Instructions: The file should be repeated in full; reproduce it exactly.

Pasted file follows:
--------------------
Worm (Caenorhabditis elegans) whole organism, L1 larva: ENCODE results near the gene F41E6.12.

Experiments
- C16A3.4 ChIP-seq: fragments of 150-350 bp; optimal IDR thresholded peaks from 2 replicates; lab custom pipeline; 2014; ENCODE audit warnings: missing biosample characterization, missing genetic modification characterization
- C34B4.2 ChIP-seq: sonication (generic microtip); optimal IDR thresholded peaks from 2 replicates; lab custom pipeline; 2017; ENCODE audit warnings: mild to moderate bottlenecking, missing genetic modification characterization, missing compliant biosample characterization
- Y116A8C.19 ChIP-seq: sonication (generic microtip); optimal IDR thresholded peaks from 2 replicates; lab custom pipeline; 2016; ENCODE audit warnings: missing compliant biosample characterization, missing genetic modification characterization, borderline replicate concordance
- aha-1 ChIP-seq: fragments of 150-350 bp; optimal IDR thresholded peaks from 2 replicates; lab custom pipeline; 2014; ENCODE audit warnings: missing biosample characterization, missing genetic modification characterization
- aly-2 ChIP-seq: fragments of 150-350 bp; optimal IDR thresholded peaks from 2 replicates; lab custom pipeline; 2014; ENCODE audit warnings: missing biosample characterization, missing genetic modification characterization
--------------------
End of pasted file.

Worm (Caenorhabditis elegans) whole organism, L1 larva: ENCODE results near the gene F41E6.12.

Experiments
- C16A3.4 ChIP-seq: fragments of 150-350 bp; optimal IDR thresholded peaks from 2 replicates; lab custom pipeline; 2014; ENCODE audit warnings: missing biosample characterization, missing genetic modification characterization
- C34B4.2 ChIP-seq: sonication (generic microtip); optimal IDR thresholded peaks from 2 replicates; lab custom pipeline; 2017; ENCODE audit warnings: mild to moderate bottlenecking, missing genetic modification characterization, missing compliant biosample characterization
- Y116A8C.19 ChIP-seq: sonication (generic microtip); optimal IDR thresholded peaks from 2 replicates; lab custom pipeline; 2016; ENCODE audit warnings: missing compliant biosample characterization, missing genetic modification characterization, borderline replicate concordance
- aha-1 ChIP-seq: fragments of 150-350 bp; optimal IDR thresholded peaks from 2 replicates; lab custom pipeline; 2014; ENCODE audit warnings: missing biosample characterization, missing genetic modification characterization
- aly-2 ChIP-seq: fragments of 150-350 bp; optimal IDR thresholded peaks from 2 replicates; lab custom pipeline; 2014; ENCODE audit warnings: missing biosample characterization, missing genetic modification characterization